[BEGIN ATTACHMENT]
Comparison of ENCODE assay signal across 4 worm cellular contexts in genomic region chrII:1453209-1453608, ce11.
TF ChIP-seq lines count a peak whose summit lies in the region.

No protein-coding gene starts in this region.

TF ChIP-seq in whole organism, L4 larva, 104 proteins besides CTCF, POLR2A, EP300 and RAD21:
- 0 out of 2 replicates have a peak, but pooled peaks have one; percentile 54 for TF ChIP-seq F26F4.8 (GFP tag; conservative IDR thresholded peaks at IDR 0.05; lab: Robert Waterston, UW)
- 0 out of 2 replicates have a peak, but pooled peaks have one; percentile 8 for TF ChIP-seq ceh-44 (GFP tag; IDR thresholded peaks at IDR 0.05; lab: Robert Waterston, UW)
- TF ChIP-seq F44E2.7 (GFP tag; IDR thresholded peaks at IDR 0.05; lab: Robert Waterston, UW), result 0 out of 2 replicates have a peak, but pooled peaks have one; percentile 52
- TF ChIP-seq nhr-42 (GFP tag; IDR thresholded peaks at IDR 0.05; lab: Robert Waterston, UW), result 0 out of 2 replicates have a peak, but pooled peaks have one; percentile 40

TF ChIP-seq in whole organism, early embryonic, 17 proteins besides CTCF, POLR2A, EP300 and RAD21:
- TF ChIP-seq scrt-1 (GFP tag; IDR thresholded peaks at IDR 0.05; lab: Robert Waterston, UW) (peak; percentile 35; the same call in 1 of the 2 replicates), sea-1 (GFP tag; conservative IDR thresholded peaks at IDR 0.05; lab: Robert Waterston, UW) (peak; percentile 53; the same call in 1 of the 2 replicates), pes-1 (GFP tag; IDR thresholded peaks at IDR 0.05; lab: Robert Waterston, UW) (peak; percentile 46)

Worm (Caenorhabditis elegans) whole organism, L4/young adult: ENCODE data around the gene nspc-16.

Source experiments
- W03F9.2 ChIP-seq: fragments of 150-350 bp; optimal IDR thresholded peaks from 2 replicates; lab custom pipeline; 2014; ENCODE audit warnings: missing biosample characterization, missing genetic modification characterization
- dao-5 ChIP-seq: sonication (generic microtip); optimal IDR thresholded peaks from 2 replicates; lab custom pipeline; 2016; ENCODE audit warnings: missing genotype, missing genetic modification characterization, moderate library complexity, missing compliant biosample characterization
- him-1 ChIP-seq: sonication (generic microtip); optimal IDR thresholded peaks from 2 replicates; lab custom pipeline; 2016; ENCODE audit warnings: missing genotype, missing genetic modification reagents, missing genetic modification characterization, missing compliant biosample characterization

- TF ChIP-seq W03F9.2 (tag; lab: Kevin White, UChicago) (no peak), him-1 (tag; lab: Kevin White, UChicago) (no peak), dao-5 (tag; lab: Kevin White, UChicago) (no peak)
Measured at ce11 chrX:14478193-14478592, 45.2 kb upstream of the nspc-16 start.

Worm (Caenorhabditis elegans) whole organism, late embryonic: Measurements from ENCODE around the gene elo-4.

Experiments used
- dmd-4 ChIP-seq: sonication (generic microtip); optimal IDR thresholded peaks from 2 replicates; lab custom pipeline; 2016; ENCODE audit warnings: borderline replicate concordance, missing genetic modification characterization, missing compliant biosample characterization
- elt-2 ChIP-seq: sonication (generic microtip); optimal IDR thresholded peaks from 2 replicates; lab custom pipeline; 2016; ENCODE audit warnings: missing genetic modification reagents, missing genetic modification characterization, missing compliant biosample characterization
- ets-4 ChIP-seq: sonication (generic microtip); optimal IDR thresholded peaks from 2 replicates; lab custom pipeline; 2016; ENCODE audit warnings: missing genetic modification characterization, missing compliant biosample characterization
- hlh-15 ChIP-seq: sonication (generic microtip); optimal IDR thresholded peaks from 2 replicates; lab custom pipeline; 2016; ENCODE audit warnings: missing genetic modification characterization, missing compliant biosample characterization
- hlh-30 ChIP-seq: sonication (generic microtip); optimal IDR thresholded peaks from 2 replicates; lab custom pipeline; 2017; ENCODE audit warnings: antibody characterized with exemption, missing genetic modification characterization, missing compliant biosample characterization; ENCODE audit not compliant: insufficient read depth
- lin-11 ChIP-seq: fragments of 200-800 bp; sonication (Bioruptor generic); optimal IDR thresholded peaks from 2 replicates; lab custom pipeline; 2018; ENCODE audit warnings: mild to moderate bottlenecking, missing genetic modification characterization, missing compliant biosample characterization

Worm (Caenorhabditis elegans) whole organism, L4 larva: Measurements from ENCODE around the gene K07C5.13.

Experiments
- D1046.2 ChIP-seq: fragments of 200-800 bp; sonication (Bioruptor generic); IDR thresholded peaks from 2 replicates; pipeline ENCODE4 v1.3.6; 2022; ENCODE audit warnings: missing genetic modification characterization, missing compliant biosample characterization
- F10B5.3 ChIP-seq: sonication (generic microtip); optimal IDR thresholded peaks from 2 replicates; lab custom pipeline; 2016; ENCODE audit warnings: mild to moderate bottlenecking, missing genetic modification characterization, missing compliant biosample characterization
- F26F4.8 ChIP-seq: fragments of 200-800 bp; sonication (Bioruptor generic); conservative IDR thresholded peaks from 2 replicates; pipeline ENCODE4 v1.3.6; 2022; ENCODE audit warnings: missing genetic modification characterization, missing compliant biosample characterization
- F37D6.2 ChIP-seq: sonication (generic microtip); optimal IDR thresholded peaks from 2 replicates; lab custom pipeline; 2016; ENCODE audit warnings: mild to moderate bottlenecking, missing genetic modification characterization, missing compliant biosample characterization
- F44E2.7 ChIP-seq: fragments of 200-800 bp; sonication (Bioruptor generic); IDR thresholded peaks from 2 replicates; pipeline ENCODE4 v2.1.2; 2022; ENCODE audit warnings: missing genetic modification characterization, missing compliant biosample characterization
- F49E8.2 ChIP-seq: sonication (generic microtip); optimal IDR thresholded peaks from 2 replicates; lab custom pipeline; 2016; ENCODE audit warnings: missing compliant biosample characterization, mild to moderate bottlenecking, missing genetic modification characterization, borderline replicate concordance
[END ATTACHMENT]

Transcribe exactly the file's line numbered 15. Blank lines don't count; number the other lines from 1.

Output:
- him-1 ChIP-seq: sonication (generic microtip); optimal IDR thresholded peaks from 2 replicates; lab custom pipeline; 2016; ENCODE audit warnings: missing genotype, missing genetic modification reagents, missing genetic modification characterization, missing compliant biosample characterization